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Dangers: Wearable tech in the workplace

Dangers: Wearable tech in the workplace
Dangers: Wearable tech in the workplace
Getty Images / Manuel Alvarez Alonso

How do you normally feel about being monitored at work?

Well imagine if you were monitored not only about what you’re doing on your work computers but by what your diet is, by what your exercise habits are and even by how you are sleeping at night.

A March 24 post in Popular Science says that a company called ‘The Outside View’ has been monitoring all of these behaviors of their employees using apps. The company has then encouraged workers to get personalized programs that aim to keep them healthier. The Outside View believes that if they can keep their staff healthy, they can keep them productive.

In addition to physical health, Outside View has also been tracking the staff’s day-to-day work such as scheduling habits, phone calls, and voice inflection and using that information to determine trends of their top salespeople.

Monitoring hasn’t only been utilized in white collar jobs, a company called Theatro produces specialized wearable tech specifically for retail centers to measure the performance of employees and improve their overall communication. Retailers such as The Container Store have already adopted other forms of wearable technology and apps as a way to improve communication and access information more quickly.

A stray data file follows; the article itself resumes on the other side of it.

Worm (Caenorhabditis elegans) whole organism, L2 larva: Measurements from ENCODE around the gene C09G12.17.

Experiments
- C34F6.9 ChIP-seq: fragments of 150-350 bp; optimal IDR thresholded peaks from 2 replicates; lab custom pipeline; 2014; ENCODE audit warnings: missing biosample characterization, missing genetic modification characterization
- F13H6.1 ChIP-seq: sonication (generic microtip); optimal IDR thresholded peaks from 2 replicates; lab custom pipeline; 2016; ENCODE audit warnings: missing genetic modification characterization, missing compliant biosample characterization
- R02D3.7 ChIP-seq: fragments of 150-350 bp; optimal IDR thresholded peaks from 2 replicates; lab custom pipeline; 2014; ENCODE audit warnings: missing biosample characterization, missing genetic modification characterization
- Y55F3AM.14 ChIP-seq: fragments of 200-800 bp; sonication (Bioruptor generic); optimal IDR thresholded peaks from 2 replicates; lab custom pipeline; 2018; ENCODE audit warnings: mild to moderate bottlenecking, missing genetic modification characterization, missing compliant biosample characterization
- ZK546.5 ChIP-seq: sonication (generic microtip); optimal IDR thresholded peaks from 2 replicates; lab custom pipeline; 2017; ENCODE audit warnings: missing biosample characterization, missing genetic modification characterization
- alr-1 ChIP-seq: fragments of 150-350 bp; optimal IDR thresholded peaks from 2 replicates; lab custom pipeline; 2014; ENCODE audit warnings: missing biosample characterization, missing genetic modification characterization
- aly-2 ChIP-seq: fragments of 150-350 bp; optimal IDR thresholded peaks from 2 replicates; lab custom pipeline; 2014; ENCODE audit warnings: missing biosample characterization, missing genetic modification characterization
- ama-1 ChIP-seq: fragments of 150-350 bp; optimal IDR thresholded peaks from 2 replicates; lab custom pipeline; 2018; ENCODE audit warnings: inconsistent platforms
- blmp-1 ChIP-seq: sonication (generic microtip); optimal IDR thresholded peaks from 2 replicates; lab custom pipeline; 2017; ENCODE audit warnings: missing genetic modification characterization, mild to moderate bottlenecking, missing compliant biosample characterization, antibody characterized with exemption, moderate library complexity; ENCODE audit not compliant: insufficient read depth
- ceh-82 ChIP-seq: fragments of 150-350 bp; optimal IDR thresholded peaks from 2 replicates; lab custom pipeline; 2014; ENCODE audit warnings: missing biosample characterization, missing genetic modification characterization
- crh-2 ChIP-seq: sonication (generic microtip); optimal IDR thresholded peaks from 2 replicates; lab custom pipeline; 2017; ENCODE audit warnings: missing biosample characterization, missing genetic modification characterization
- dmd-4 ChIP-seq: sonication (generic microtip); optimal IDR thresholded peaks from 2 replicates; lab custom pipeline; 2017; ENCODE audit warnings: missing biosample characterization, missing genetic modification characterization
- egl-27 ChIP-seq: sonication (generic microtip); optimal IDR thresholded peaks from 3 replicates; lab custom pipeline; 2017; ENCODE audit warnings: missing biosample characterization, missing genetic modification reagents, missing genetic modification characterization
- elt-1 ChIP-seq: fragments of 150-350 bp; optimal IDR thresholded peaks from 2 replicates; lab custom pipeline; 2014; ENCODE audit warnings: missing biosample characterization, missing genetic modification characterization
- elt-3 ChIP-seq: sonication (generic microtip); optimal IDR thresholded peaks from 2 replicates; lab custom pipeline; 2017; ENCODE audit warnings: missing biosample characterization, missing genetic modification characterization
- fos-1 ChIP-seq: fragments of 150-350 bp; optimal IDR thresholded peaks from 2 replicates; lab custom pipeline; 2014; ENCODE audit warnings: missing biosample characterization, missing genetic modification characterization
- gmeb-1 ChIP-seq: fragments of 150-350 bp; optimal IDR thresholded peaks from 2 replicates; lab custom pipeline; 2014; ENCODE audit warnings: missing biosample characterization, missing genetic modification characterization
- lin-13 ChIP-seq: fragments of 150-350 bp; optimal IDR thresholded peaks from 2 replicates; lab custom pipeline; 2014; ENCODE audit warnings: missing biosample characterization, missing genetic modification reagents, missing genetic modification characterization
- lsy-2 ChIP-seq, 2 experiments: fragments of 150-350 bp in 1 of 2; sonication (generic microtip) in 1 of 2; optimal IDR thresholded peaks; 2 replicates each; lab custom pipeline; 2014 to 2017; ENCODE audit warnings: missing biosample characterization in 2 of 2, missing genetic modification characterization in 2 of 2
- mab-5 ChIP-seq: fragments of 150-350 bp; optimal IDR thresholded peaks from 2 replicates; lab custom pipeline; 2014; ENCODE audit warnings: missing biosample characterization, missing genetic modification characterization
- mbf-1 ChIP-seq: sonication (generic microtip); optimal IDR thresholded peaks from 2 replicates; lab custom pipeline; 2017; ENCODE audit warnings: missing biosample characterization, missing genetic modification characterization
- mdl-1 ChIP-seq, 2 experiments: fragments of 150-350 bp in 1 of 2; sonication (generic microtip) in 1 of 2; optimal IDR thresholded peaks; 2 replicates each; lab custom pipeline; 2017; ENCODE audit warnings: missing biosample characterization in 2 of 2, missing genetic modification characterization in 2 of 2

While being an early adopter is an admirable trait of a “hip” company, there leaves a much larger concern for proper work/life balance, privacy and freedom — think about the effects of having your company’s eyes on your every move, on a 24-hour basis.

With work emails linked to employee’s mobile phones, taking work home has been a long concern of many companies. Such practices have been a detriment to overall mental health. In fact, just this past December Yahoo posted an article on the drastic steps companies are taking to keep employees from thinking of work outside of the office.

Monitoring staff through wearable tech in both the workplace and at home hardly mitigates the concerns of employee burnout. The Chicago Tribune posted today that wearable tech in the workplace would allow busy parents to attend their children's events via the office, while watching through their smart gadgets.

The phrase, "work form home" may no longer apply, it may soon be "at home from work."

If The Outside View's overall goal is encouraging employee health, I suppose there’s plenty of room for debate on this.